Matzo meal is produced by pulverizing matzo, a traditional unleavened Jewish bread known as matzah or matzah. Matzo bread is created by combining flour and water, shaping the dough, and baking it in a scorching oven. It can be spongy and malleable or cracker-like in texture. The crisp variety is used to create matzo flour.
What Is A Matzo Meal Made Out Of?
Tradition dictates that matzo must be prepared quickly, within 18 minutes from when the flour and water are combined until the last batch of matzo is removed from the oven. It is possible to complete the task in 18 minutes despite its difficulty.
- Preparation Time: 12 minutes
- Cooking Time: 3 minutes
- Total time: 15 minutes
1. Flour: Traditional matzo flour must be grown according to kosher guidelines and be unleavened; however, if you have no worries about this matzo being kosher, ordinary all-purpose flour will suffice. You could also use whole-grain flour, but without certification, it would not be kosher.
2. Water: For this recipe, tap water at ambient temperature works best. While there is some debate on some brands of bottled water being certified kosher, most bottled water will work as well.
Traditional Matzo Rules
During Passover, there are extremely stringent rules regarding food ingredients and food preparation, and adhering to the following regulations is required to make matzo traditionally kosher:
1. The 18-Minute Rule: The procedure must be completed within 18 minutes to keep this matzo kosher. Those 18 minutes begin when the water hits the flour and end when the matzo is removed from the oven (I was very thankful to have two ranges when I prepared these).
2. The rule of flour: The flour you employ can also be problematic. This recipe calls for white all-purpose flour that has been certified kosher. You may use regular all-purpose flour, but it may not be entirely kosher.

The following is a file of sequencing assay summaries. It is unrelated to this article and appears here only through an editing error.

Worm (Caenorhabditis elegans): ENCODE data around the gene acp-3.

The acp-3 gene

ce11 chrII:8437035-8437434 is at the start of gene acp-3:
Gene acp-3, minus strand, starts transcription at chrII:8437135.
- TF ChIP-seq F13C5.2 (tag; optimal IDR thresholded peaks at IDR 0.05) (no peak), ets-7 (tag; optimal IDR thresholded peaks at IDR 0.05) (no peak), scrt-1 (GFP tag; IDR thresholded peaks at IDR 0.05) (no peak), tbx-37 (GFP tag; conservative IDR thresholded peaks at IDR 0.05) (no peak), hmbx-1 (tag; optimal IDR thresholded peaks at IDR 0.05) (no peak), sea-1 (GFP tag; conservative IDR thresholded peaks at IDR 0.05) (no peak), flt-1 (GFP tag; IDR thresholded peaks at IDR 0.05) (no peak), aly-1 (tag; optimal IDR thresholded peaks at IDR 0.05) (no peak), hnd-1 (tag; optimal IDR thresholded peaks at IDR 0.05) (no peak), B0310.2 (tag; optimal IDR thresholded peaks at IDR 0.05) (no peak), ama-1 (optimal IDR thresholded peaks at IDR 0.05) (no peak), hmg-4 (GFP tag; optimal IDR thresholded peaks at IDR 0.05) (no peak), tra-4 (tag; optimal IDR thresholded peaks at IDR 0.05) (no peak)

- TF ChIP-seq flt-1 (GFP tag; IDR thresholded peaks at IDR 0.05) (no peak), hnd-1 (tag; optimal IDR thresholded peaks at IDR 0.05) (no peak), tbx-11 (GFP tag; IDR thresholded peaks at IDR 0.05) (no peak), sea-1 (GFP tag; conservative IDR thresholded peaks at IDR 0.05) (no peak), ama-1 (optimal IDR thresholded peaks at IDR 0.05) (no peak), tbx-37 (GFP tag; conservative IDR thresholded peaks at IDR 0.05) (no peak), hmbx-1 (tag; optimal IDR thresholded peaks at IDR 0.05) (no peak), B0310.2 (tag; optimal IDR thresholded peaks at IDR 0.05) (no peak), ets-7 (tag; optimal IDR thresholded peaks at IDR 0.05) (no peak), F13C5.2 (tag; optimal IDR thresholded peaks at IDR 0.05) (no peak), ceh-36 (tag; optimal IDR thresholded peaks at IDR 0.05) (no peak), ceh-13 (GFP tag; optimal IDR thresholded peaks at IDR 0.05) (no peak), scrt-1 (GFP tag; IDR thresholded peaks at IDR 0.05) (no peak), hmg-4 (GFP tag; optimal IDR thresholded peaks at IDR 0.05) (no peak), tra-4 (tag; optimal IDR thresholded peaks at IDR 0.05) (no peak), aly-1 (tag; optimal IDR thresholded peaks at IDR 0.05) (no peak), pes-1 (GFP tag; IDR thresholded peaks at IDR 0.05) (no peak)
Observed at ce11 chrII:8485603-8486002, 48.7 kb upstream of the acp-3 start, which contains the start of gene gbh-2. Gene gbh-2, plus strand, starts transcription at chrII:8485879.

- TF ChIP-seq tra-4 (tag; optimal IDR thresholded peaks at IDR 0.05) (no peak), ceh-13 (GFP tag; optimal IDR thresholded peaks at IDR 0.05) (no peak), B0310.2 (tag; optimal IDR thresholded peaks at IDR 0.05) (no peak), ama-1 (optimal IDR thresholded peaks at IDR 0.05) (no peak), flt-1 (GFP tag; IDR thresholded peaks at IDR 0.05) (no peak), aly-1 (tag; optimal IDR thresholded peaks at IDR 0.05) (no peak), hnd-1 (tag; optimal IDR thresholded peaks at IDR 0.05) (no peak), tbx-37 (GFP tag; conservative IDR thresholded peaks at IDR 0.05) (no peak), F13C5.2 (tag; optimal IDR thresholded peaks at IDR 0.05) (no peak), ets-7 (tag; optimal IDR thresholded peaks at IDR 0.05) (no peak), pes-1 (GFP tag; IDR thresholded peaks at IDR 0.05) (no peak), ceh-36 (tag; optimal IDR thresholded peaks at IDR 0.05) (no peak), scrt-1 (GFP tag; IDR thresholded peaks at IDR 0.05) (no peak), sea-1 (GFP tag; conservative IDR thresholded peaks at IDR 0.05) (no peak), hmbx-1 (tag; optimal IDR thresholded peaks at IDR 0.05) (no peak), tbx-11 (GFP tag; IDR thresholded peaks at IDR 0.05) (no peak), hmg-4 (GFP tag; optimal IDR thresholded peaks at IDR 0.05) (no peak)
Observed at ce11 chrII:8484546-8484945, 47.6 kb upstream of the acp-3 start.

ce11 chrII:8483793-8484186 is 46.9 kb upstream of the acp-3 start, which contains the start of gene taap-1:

Instruction Of Matzo Meal
Here are the steps of matzo meal made out of:
Step 1: Set the oven to 475°F and assemble your tools and ingredients to prepare you to begin cooking when the timer starts. Prepare the flour and water, line at least two baking pans with parchment paper, and collect a rolling pin, pastry brush, dinner fork, dough scraper, or butter knife for cutting.
Step 2: Set a timer for 18 minutes and commence making matzo.
Step 3: Mix 2 cups of flour with 1 cup of water in the third step.
Step 4: Mix the batter until it holds together on a floured board or countertop. Typically, this takes three to four minutes. If the mixture is sticky, add flour one tablespoon until soft but moist.
Step 5: Cut the dough into eight to twelve pieces using a pastry scraper or butter knife. First, divide the dough into quarters, then divide each quarter into thirds. Each portion of dough should be roughly the size of an egg.
Step 6: Applying a rolling pin, roll each tiny piece of bread as thinly as possible. As you move the dough, liberally dust it with flour to prevent it from sticking to the rolling pin. (Or the kitchen counter or cutting board).
Step 7: Carefully place the matzo dough on the parchment-lined baking sheet. The batter doesn’t rise. Feel free to position them as closely as possible on the baking sheet. Remove any excess flour and prick the dough’s surface with the utensil.